Looks as if cable subscribers really like online video, especially if they can access it on their existing boxes: UPC Hungary’s experiment to add YouTube to its set-top boxes has been a big success, according to a new case study by cloud virtualization provider ActiveVideo, whose technology is bringing the video service to Hungary’s TV viewers.
UPC started to make YouTube available to 200,000 of its 910,000 video subscribers last summer, and brought it to another 320,000 subscribers in the following months. Sixty-eight percent of those subscribers have since tried the YouTube app on their set-top box, and 83 percent of those who tried it have turned into repeat users. All together, these subscribers view more than 1 million minutes of YouTube content a day, with sessions averaging 45 minutes.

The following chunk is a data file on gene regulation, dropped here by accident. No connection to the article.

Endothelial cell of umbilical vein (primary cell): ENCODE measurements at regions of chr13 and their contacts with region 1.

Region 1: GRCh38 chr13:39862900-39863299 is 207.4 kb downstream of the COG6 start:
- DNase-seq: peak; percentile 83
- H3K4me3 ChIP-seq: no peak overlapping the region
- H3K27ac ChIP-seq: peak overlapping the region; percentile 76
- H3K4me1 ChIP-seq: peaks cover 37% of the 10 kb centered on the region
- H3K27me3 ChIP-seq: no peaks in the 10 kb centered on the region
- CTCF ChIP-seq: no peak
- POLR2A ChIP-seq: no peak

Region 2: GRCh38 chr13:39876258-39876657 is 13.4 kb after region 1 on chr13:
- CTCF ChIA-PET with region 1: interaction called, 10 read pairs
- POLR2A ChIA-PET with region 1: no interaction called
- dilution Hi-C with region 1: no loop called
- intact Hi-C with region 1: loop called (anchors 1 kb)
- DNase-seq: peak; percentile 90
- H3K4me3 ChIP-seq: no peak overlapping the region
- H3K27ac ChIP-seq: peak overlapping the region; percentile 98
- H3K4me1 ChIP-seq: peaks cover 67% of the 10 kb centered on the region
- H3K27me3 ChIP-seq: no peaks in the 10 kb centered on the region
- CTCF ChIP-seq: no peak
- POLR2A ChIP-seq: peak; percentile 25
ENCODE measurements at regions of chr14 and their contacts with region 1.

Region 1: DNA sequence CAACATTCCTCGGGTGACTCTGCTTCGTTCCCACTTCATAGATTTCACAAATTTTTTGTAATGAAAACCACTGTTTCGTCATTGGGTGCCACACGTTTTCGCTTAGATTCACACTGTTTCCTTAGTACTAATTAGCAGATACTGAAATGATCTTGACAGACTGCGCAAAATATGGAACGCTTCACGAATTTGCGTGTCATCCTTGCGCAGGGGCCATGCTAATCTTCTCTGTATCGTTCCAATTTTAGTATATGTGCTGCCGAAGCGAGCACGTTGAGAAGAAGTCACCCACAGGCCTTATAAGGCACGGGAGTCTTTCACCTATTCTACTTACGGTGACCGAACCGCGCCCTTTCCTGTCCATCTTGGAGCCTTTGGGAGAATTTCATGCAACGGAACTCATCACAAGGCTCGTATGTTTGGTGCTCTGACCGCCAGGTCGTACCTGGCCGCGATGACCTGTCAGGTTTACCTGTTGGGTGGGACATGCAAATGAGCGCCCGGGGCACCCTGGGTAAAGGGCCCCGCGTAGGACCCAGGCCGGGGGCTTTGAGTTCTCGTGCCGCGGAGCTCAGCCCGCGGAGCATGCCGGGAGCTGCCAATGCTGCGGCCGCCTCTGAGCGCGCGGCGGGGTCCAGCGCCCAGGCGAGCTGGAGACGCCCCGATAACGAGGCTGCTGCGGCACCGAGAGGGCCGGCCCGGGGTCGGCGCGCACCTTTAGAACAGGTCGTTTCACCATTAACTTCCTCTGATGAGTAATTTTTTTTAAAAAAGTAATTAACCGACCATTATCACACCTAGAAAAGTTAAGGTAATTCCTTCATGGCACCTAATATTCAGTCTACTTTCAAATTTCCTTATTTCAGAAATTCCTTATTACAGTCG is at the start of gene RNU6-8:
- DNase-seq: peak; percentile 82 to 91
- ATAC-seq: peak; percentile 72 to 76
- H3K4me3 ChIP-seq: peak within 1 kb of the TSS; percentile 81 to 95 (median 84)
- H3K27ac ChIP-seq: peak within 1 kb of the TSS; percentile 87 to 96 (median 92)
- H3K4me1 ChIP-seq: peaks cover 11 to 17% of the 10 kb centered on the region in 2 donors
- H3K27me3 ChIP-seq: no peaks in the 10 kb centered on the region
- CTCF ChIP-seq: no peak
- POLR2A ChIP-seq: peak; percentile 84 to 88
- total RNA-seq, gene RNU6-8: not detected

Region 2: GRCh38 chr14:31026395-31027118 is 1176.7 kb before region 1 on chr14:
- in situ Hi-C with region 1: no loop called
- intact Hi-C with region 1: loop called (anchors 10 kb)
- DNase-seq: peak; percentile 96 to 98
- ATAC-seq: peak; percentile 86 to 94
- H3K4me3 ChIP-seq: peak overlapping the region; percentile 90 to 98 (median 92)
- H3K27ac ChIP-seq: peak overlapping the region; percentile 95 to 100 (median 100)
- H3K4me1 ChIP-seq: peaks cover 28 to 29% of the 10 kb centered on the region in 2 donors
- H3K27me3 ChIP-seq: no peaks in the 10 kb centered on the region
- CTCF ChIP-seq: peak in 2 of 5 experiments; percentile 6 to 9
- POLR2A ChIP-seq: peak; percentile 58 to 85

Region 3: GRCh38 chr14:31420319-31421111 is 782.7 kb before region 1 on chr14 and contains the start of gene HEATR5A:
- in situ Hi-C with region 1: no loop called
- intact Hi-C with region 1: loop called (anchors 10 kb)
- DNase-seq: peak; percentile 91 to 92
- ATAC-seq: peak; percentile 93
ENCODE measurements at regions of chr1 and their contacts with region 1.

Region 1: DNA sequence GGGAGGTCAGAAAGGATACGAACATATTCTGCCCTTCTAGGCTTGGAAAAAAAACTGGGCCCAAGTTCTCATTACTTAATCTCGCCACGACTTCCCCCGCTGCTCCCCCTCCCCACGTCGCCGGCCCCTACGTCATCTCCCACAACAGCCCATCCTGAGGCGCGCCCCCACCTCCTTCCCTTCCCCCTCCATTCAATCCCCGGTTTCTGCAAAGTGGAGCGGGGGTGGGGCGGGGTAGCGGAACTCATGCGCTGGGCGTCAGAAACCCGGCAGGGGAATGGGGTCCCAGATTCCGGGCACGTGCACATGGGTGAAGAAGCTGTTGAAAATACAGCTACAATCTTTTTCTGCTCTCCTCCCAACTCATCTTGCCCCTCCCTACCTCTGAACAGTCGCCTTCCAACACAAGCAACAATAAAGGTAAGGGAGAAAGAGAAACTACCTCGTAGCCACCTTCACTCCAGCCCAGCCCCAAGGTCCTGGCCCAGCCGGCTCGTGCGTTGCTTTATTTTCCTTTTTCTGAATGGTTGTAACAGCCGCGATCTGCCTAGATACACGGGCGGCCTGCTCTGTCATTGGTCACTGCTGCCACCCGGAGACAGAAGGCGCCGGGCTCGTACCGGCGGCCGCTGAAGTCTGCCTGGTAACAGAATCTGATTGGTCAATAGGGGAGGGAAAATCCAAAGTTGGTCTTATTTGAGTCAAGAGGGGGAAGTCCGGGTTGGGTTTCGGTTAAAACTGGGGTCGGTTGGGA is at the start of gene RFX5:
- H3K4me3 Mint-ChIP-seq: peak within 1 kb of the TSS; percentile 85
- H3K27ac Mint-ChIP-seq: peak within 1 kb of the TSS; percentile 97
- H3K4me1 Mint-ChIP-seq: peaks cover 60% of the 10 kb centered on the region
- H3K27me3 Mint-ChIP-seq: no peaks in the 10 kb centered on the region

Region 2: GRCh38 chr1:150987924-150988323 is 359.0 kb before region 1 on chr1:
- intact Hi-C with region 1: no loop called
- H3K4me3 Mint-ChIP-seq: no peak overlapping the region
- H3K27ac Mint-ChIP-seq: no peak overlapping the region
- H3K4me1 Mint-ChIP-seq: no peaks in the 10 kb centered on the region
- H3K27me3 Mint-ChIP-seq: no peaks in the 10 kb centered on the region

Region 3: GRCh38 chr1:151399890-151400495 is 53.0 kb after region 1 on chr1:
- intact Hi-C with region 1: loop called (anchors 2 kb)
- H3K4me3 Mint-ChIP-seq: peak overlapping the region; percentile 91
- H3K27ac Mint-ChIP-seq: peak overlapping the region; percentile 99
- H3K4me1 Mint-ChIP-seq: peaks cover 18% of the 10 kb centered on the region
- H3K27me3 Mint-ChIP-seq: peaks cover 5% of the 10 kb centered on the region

What’s impressive about these numbers is that UPC isn’t actually using any kind of special next-generation set-top box hardware. Instead, it is transcoding YouTube in the cloud, and presenting everything from the clips to the app menus as a single video stream that can be displayed by any plain old set-top box. And yes, you can take “plain” and “old” very literally, in this case: Most of the 320,000 boxes that were added to the mix in recent months are standard definition only.
ActiveVideo’s technology even makes use of existing remote controls by translating each key press to a command that is sent to the cloud to instantly change the stream for a subscriber, making it look as if he is browsing an app installed on the set-top box itself. This kind of cloud virtualization technology is similar to OnLive’s cloud gaming technology or the way Android Auto uses in-dash displays as extensions of your handset.
UPC Hungary, which is part of the Liberty Global family, isn’t the only TV provider experimenting with online video services on pay TV boxes. Netflix struck a partnership with Dish late last year to bring its app to Dish’s Hopper DVR, and is looking to sign similar deals with other TV operators in the U.S. and beyond. And Comcast has been looking to launch its own online video service on its X1 set-top boxes.